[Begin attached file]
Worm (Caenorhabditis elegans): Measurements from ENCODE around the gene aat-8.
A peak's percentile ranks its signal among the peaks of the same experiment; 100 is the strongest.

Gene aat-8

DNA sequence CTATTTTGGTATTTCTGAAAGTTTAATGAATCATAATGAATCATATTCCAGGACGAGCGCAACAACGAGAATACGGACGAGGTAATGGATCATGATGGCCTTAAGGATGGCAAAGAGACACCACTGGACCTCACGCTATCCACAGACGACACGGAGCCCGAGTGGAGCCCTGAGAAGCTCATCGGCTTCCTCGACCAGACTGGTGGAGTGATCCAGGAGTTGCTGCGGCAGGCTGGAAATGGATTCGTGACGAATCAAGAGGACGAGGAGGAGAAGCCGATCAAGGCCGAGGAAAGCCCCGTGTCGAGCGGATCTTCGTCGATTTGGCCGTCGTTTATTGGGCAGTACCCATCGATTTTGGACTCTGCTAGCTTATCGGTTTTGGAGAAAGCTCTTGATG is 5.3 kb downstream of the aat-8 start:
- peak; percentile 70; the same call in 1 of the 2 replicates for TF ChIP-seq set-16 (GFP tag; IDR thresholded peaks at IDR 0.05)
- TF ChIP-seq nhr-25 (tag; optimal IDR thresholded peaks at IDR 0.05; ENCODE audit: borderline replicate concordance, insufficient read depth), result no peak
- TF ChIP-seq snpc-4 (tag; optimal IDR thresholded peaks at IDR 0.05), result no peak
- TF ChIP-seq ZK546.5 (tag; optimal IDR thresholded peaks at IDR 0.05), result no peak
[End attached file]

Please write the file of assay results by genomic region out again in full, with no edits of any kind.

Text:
Worm (Caenorhabditis elegans): Measurements from ENCODE around the gene aat-8.
A peak's percentile ranks its signal among the peaks of the same experiment; 100 is the strongest.

Gene aat-8

DNA sequence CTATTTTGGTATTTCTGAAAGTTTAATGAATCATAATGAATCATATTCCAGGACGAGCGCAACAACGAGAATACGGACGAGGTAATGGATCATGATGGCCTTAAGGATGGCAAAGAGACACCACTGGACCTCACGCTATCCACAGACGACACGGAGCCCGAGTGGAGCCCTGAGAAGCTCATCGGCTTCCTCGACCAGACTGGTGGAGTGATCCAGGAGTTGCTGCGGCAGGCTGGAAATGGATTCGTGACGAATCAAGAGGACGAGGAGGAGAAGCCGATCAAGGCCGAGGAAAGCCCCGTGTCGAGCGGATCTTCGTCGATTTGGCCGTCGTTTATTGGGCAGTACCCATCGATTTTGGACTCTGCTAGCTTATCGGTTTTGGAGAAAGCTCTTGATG is 5.3 kb downstream of the aat-8 start:
- peak; percentile 70; the same call in 1 of the 2 replicates for TF ChIP-seq set-16 (GFP tag; IDR thresholded peaks at IDR 0.05)
- TF ChIP-seq nhr-25 (tag; optimal IDR thresholded peaks at IDR 0.05; ENCODE audit: borderline replicate concordance, insufficient read depth), result no peak
- TF ChIP-seq snpc-4 (tag; optimal IDR thresholded peaks at IDR 0.05), result no peak
- TF ChIP-seq ZK546.5 (tag; optimal IDR thresholded peaks at IDR 0.05), result no peak